Friday, February 01, 2008

Subversion In The Night

Hot Chip - Made In The Dark (DFA/EMI, 2008)

Hot Chip’s third album, and their first to be released to a palpable sense of anticipation, is paradoxically both their most accessible and most confounding. It’s accessible in its sheer energy and playful zest, and also in its preponderance for deceptively sugary melodies. For all their reliance on the traits of R&B and dance music, first single ‘Ready For The Floor’ actually most closely resembles the infectious pop of Erasure or early Depeche Mode. On the other hand, the album is confounding in the sheer glee it takes in subverting expectations, deconstructing conventional song structures and restlessly flitting between genres and styles. It’s an album that, appropriately as it turns out, requires a bit of wrestling and confrontation.

Whilst Alexis Taylor and Joe Goddard’s bedroom recording ethos has mercifully been sustained here, there’s also a greater sense of ambition, a number of tracks having been recorded in a studio with the whole group. It’s therefore the first Hot Chip record to capture the thrill and insistence of their live shows. If there’s a downside to this, it’s that the beats sometimes rely far more heavily on the basic four-to-the-floor house template, with any intricacy left to additional percussion parts.

Yet there’s much more to this slippery record than simply a relentless party spirit. It’s intriguing that whilst comparisons often rest on the group’s enthusiasm for American R&B, Robert Wyatt has recently recognised them as kindred spirits and a collection of ‘English eccentrics’. This is perhaps best elucidated in Alexis Taylor’s thoughtful, elusive lyrics, which often capture a mood but leave precise meaning somewhat ambiguous. Alongside this is an increased tendency to veer away from the tired conventions of pop songwriting. Sometimes this results in songs that sound like several different pieces only loosely strung together – I’ve yet to get to grips with the mechanistic ‘Don’t Dance’. At other times, it has results that are both unpredictable and striking, particularly on ‘Hold On’, ‘Touch Too Much’ and ‘One Pure Thought’.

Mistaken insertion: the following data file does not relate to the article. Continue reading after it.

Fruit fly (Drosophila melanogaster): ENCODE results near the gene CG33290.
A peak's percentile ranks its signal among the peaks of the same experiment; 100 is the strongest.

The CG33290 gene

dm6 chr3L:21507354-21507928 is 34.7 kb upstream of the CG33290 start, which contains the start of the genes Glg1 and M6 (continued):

I’m baffled that some critics have suggested that ‘Made In The Dark’ is too rigorous – overly tight and ‘sexless’ (any album that features a song called ‘In The Privacy of Our Love’ cannot be entirely sexless!). Much of it has the intentionally ragged edges that have always characterised the group’s sound. It’s machine music with a human heart and a restless mind. I also detect a more aggressive, muscular approach here, particularly evident in the strident, unpredictable ‘Out At The Pictures’ or the irresistible ‘Hold On’ (which features Alexis, it’s safe to say not the stockiest man in the world, singing ‘I’ve a good mind to take you outside!’). Best of all is the amazing ‘One Pure Thought’ which neatly juxtaposes the spirit of New Order with the melodic African excursions of Paul Simon.

All of these bold, uncompromising and insistent tracks benefit from the increased vocal presence of Joe Goddard, who had seemed a little diminutive on much of ‘The Warning’. Here the group are again making brilliant use of the marked contrast between his inspired quasi-rapping and Alexis’ sweeter tones and bright melodies. This is particularly effective on the quirky, invigorating ‘Bendable Poseable’. ‘Shake A Fist’ is a trickier beast though, it’s enjoyably wide-ranging melody suddenly disintegrating into a wilfully irritating Todd Rundgren sample and mess of pitch-bending synths. It reminds me of the infuriating ending to ‘Baby Said’, otherwise one of the most direct and affecting moments on ‘Coming On Strong’.

Amidst all this riotous energy, the album comes to life in its quieter places. I know he won’t thank me for this comparison, but Alexis shares something with Damon Albarn in his comfortable mastery of the ballad form, something evidenced here by the exquisite and beautiful title track and the haunting and candid ‘In The Privacy Of Our Love’. There’s also the gospel tinged ‘We Are Looking For A Lot Of Love’, which sounds like a great R Kelly single with vulnerability replacing the bravado. It sounds a little like a superior update of an early Hot Chip track, ‘Making Tracks’, which appeared on the group’s San Frandisco EP. Whereas ‘The Warning’ really only had one song like this in the form of ‘Look After Me’, ‘Made In The Dark’ stands apart through increasing the quota.

It will take a while of living with this album before I can really decide if it coheres well, or is more a ragbag collection of audacious creative ideas. Either way, they are mostly brilliant ideas. There’s so much originality and personality here – but none of it outweighs Alexis and Joe’s supreme understanding of musical history and the songwriting tradition, which is more clearly elucidated here than on either of its predecessors. From the dark, the light creeps out.

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